Vue - Render an element out of string

vue render function pass props
vue render html
vue jsx slots
vue.js template example
vue function
vnode vue
javascript render
v-bind' directives require an attribute value

I would like to create a vue element from a string from my database.

In this case, it should be a message with a smiley emoji. I actually save it like: Some text with Emoji: :santa::skin-tone-3:, and replace all valid string between '::' with the <Emoji emoji=':santa::skin-tone-3:' :size='16' />

<template>
  <span class=message v-html=convertedMessage></div>
</template>

<script>
  import { Emoji } from 'emoji-mart-vue'

  export default {
    components: {
      Emoji
    },
    computed:{
      convertedMessage(){
        return "Some text with Emoji: "+"<Emoji emoji=':santa::skin-tone-3:' :size='16' />"
      }
    }
  }
</script>

But instead of the rendered element which should be something like:

<span data-v-7f853594="" style="display: inline-block; width: 32px; height: 32px; background-image: url(&quot;https://unpkg.com/emoji-datasource-apple@4.0.4/img/apple/sheets/64.png&quot;); background-size: 5200%; background-position: 15.6863% 41.1765%;"></span>

I only get:

<emoji emoji=":santa::skin-tone-3:" :size="16"></emoji>

What is the best possibility to render this Element like intended?

What i figured out now:

convertedMessage(){
    let el = Vue.compile("<Emoji emoji=':santa::skin-tone-3:' :size='16' />")
    el = new Vue({
        components: {
            Emoji
        },
        render: el.render,
        staticRenderFns: el.staticRenderFns
    }).$mount()
    return "Some text with Emoji: "+el.$el.innerHTML
}

Maybe there is still a better solution to handle this?

Render Functions & JSX, I have a list component where there's an option for columns so they can be formatted. This format is the “inside” a JavaScript funtion stored as a  render: function (createElement) { return createElement('h1', this.blogTitle) } And in both cases, Vue automatically keeps the page updated, even when blogTitle changes. The Virtual DOM. Vue accomplishes this by building a virtual DOM to keep track of the changes it needs to make to the real DOM. Taking a closer look at this line:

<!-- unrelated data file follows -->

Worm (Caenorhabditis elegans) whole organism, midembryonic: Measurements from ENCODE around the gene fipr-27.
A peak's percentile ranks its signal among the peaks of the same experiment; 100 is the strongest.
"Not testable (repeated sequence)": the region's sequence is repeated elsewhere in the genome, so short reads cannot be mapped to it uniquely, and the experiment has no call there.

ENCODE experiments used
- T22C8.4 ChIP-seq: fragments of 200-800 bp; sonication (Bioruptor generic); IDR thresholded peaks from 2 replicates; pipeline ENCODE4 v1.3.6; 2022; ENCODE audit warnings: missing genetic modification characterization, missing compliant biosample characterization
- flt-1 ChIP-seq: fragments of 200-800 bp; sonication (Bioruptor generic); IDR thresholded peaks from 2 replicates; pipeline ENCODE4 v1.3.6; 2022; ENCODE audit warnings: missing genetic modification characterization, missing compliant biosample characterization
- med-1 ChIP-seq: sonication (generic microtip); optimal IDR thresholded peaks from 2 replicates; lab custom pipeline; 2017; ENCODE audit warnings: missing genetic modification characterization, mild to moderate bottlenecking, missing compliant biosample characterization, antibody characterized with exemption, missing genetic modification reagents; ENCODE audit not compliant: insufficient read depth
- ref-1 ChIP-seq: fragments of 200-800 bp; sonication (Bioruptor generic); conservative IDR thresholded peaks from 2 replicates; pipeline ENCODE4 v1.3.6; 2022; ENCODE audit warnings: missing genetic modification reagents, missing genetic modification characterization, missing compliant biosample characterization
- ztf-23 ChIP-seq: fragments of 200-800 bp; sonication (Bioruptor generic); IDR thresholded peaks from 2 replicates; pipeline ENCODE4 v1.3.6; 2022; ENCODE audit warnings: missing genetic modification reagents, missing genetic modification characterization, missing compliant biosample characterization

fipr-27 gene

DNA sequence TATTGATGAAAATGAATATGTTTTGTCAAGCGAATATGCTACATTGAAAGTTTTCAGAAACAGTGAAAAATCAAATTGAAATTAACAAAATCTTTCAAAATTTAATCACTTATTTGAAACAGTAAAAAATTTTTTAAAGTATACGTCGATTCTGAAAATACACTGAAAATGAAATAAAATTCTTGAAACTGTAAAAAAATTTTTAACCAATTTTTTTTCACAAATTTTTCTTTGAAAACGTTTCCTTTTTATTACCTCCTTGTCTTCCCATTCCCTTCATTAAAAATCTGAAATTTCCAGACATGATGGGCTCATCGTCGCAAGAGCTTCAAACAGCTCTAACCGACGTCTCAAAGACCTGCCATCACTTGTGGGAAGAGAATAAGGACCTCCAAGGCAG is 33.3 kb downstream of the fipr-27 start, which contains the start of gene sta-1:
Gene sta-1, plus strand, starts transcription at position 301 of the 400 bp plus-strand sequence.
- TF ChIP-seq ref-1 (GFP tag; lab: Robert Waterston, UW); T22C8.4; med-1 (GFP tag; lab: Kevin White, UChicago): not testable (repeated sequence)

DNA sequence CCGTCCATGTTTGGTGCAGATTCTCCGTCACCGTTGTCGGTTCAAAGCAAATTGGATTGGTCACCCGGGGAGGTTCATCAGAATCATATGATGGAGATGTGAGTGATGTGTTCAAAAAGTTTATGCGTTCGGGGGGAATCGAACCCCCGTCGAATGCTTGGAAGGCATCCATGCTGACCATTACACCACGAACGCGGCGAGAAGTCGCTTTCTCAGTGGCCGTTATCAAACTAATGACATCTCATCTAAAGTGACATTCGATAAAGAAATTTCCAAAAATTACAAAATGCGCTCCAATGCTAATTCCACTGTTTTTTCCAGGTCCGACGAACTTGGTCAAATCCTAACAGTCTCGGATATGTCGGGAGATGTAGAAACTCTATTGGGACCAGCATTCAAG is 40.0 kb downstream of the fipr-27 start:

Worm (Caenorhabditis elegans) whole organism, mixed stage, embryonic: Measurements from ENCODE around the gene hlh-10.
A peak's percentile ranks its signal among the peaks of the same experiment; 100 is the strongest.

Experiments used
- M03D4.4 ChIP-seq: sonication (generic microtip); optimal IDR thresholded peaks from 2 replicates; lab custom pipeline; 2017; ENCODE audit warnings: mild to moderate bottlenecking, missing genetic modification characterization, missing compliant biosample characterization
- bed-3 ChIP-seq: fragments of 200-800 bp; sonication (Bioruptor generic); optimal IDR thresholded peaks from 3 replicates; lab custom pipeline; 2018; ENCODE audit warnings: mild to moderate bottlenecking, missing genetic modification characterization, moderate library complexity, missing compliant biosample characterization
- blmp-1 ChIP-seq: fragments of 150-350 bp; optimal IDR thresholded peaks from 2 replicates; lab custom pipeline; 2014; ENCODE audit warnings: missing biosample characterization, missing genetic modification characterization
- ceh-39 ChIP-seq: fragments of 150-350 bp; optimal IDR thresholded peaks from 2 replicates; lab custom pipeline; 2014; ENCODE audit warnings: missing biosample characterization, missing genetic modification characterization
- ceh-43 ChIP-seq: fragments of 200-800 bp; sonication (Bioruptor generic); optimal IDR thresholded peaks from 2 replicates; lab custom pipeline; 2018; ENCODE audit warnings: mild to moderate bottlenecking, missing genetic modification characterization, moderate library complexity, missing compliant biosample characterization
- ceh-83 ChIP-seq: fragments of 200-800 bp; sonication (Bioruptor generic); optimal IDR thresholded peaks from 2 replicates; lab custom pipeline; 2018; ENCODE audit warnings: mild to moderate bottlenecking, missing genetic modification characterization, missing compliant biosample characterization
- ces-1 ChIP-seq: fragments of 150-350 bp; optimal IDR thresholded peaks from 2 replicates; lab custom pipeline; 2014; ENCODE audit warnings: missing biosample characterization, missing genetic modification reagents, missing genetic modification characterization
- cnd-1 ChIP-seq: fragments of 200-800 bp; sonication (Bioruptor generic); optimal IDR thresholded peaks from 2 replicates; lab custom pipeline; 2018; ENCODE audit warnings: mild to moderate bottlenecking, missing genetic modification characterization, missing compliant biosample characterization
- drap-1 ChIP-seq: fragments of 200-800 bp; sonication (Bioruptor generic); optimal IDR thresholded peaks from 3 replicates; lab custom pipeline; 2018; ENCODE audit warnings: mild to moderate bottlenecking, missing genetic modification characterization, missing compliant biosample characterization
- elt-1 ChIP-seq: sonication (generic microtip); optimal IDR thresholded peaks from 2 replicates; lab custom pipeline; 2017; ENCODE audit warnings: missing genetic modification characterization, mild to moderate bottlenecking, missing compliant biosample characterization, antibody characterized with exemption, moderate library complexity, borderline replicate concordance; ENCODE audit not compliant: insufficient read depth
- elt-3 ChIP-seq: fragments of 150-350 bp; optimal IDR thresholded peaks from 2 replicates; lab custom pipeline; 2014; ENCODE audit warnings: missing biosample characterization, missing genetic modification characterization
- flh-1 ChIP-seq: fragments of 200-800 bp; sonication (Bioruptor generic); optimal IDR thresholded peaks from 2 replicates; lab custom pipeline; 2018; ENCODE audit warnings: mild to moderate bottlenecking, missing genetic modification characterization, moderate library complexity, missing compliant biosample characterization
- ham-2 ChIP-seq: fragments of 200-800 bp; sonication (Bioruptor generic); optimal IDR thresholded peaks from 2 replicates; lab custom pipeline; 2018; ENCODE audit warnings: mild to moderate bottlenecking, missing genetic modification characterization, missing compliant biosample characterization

Here are some much easier ways to do what you generally want. If you give more specifics, your right direction may be a strategy pattern before one of these solutions, but one of these solutions is probably what you want:

1) Vue lets you dynamically define components right out of the box, so this single line:

<component v-for="(component, index) in components" :key="'component'+index" :is="component.name" v-bind="component.props" />

...would draw a bunch of components in an array of objects like this (for example): {name: 'myComponentName', props: {foo: 1, bar: 'baz'}}.

2) Vue lets you inject HTML into components by simply adding v-html="variable"

For example, here is a component that creates dynamic SVG icons, where the contents of the SVG is dynamically injected from JavaScript variables...

<template>
  <svg xmlns="http://www.w3.org/2000/svg"
    :width="width"
    :height="height"
    viewBox="0 0 18 18"
    :aria-labelledby="name"
    role="presentation"
  >
    <title :id="name" lang="en">{{name}} icon</title>
    <g :fill="color" v-html="path">
    </g>
  </svg>
</template>

<script>
import icons from '../common/icons'
export default {
  props: {
    name: {
      type: String,
      default: 'box'
    },
    width: {
      type: [Number, String],
      default: 18
    },
    height: {
      type: [Number, String],
      default: 18
    },
    color: {
      type: String,
      default: 'currentColor'
    }
  },
  data () {
    return {
      path: icons[this.name]
    }
  },
  created () {
    console.log(icons)
  }
}
</script>

<style scoped>
  svg {
    display: inline-block;
    vertical-align: baseline;
    margin-bottom: -2px;
  }
</style>

3) Vue lets you dynamically define your component template through this.$options.template:

export default {
  props: ['name', 'props'],
  template:  '',
  created(){
    this.$options.template = `<component :is="name" ${props.join(' ')} ></component>`
  },
}

4) Vue lets you define a render function, so proxy components or other advanced shenanigans are trivial:

Vue.component('component-proxy', {
  props: {
    name: {
      type: String,
      required: true
    },
    props: {
      type: Object,
      default: () => {}
    }
  },
  render(h) {
    // Note the h function can render anything, like h('div') works too.
    // the JS object that follows can contain anything like on, class, or more elements
    return h(this.name, {
      attrs: this.props
    });
  }
});

A smart genius wrote a jsbin for this here: http://jsbin.com/fifatod/5/edit?html,js,output